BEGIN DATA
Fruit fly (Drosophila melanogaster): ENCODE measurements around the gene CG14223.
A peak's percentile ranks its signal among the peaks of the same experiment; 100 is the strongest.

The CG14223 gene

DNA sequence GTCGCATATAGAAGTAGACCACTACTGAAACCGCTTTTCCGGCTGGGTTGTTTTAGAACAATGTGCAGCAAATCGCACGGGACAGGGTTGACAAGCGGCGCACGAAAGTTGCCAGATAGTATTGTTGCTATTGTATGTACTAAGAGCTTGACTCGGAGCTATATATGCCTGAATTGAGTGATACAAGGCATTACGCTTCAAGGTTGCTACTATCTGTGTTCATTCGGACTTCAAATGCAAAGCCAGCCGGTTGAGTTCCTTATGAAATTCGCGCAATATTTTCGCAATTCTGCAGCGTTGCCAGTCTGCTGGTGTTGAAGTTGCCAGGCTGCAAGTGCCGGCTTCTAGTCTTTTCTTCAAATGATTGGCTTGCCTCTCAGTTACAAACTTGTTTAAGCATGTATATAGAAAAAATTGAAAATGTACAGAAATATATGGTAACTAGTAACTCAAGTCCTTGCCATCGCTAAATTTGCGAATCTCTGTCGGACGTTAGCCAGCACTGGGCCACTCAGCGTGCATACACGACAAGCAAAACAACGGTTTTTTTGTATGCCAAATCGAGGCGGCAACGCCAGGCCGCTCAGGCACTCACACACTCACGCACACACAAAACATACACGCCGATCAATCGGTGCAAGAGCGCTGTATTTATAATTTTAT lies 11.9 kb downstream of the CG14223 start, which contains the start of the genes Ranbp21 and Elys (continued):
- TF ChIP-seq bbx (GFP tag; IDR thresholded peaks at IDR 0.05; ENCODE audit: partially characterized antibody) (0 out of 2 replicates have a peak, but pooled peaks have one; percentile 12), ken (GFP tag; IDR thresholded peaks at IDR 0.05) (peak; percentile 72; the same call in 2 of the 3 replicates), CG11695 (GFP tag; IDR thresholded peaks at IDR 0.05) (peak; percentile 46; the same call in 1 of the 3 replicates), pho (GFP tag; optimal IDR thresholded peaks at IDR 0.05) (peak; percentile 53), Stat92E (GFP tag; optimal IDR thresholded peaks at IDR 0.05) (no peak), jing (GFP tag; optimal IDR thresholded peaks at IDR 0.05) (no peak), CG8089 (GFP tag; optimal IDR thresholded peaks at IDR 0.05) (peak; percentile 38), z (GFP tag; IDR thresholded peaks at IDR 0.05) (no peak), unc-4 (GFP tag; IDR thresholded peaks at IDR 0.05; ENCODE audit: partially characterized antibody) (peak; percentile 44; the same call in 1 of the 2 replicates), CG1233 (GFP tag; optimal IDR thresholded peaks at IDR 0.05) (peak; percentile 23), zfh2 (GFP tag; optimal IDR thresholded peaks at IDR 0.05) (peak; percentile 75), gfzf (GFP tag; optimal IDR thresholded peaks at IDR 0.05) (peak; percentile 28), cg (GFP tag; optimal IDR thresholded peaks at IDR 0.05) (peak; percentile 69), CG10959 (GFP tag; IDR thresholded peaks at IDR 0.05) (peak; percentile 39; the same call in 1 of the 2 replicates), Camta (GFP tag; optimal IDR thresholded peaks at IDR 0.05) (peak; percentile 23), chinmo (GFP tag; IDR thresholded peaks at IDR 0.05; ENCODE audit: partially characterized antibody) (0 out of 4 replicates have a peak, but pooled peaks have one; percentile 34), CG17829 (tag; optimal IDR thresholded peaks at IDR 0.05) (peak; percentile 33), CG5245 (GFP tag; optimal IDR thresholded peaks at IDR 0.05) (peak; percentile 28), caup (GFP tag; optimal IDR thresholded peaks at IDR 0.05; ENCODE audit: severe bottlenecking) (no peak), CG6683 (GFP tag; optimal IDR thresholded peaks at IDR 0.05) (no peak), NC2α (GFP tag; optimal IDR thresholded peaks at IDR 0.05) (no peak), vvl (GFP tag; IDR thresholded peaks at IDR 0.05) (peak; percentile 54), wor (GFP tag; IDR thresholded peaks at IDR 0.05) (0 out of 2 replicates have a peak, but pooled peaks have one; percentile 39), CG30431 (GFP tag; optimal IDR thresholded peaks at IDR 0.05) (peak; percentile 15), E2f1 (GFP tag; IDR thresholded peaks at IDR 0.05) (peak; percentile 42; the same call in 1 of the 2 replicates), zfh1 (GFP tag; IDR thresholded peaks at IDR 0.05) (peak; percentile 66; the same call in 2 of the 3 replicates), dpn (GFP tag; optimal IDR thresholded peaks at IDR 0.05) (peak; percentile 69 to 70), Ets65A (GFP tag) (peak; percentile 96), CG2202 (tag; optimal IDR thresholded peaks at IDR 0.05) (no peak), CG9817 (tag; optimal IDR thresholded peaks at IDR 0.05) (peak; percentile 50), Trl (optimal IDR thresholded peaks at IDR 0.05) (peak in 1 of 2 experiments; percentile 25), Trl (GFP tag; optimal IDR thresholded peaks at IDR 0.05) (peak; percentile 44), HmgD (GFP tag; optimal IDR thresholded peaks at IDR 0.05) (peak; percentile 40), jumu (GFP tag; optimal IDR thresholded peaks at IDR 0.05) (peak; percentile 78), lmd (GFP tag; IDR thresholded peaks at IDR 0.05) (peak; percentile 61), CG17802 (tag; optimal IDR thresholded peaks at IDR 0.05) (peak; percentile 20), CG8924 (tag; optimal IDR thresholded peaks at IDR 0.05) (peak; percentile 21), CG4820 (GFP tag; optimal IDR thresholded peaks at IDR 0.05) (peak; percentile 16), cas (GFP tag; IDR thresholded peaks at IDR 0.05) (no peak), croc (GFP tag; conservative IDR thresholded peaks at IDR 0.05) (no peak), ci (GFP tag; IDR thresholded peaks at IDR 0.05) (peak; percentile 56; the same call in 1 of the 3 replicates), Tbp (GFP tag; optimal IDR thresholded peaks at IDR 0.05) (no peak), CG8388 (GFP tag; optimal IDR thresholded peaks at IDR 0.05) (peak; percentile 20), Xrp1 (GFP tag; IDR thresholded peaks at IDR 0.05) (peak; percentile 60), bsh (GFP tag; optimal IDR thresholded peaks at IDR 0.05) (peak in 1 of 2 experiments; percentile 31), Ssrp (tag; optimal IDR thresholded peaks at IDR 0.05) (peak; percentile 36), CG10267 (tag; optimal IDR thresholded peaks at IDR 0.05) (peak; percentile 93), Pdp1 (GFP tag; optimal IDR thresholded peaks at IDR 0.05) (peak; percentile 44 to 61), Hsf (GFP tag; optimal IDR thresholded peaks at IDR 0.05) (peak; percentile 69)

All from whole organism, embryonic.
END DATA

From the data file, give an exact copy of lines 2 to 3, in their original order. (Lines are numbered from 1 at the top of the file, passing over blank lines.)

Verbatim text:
A peak's percentile ranks its signal among the peaks of the same experiment; 100 is the strongest.

The CG14223 gene